The world is stupider and more boring without Christopher Hitchens in it.
Here he is with his good friend Martin Amis in 1975, via the Guardian, via his memoir Hitch 22. Surely those bottles were left behind by a previous tenant.
I was appalled and infuriated by his support for war in Iraq but everything else about him was admirable and / or charming enough that I can, hmm, not overlook it, but . . . not dwell on it.
Which obit to point you to, in the unlikely event you haven’t read any yet? The one in the NYT is good. The Guardian’s struck me as more elegant and humane and I’m going to re-read it now in an effort to sort out why I thought that. They also have a nice assortment of his “most memorable bon mots” here.
I don’t know why this delights me but it does: “Morrissey got hair cut at Dallas barber shop, then took hair with him.”
Click on the image to read all about it.
I do love a pithy headline. In related news, people in NYC are excited that he’s doing a cover of Satellite of Love on this tour.
Posted in music, people
I can’t recall how I stumbled across Alyce Obvious’s work because it was several years ago now. Every so often I remember to look at her website and inevitably I find something thoughtful, inventive, heartening, and fun to look at. She makes all sorts of works, much of them concerning sound, music and sustainability — e.g., she’s been working with sonic fabric woven from cassette tapes for over ten years — but the easiest kind of art to share in a blog post art show is video art.
This is a listening pillow she made for an art pillow show. The YouTube description says it was “inspired by a patent filed in 1964 for a ‘listening pillow’ . . . designed to facilitate listening to music in stereo while lying on one’s side.” Alyce “updated [this apparatus] considerably to appeal to modern, nature-deprived audiences. The pillow is worn as a headpiece, with the tuft of copper wool serving as a conductor between the ear of the wearer and natural objects.”
This is called “WAVES become MATTER: improvisation for flute and ruben’s tube.” The tube “makes visible the effect of sonic vibration on compressed gas.” I told my friend who plays the drums that she needs one of these but I take it back, I think she’d burn down her rehearsal space.
I love this, this is the sonic fabric factory in action. The fabric is made on an antique loom in a New England textile mill.
This is her latest video. It’s called southern pacific suite: music for train horns: part 4: longing trains. It’s from “projects for prepared ear” and it’s a flute and guitar reconstruction of the two most commonly-heard Amtrak horn chords in Marfa and Alpine, Texas.
If you are excited by the sonic fabric today is your lucky Friday, because right this very moment Alyce has a project you can support at USA Projects. Cough up a bit of cheddar and you can get a swatch of sonic fabric ($10), a flag ($100), a whole yard of the stuff to make what you will or a necktie ($200), and / or assorted other sonic goodies. Don’t dawdle if you’re interested because the deadline for the project is September 8th and that’s SOON.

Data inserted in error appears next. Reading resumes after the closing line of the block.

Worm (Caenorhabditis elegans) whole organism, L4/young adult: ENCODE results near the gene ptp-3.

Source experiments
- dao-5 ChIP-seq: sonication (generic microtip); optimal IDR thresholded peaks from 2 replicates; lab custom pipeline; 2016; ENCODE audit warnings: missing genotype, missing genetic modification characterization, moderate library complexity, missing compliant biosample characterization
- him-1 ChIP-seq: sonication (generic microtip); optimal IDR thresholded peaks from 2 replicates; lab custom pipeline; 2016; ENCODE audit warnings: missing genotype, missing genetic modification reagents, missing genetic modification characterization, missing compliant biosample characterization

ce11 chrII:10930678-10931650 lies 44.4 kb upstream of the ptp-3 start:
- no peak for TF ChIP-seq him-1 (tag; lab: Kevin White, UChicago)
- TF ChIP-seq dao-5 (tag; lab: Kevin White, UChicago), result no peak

Jean Painlevé photo from Wikipedia.
I’m going to stick with the oceanographic theme this blog has had lately because why not. Let’s watch some Jean Painlevé films. Do you know of him? He did a lot of things — he wrote, acted, translated, collaborated with surrealists, got involved in anarchist and communist stuff — but he is best known for his science and nature films, some of which he shot underwater using an aquatic camera like the one he’s holding above. There’s a very good essay by Jim Knox at Senses of Cinema here that captures what it is I like about his films:
Short works, almost exclusively documentaries devoted to natural history, his films were neither strictly intended as popular novelties nor as celluloid jargon for academic peers. This fragile balance of tone and method, so enchanting to an awestruck contemporary viewer, provides the clearest precedent for the work of an Anglophone documentarist like David Attenborough; Painlevé gives a fabulist’s account of the enchanted marginalia of animal life and behaviour.
Enchanted marginalia is exactly what I am perpetually on the lookout for. It doesn’t come off if the auteur holding up the frame around their chosen subject — the love life of octopuses, for example — has a cynical view of their audience, and unfortunately in my opinion most people who make films do. To maintain the fragile balance that Knox refers to requires something finer and stranger than empathy with one’s audience; it requires a sense that somewhere out there are people, some people at least, who will intuitively understand what is hilarious and touching about a crustacean waggling its antennae to plink-plonk music.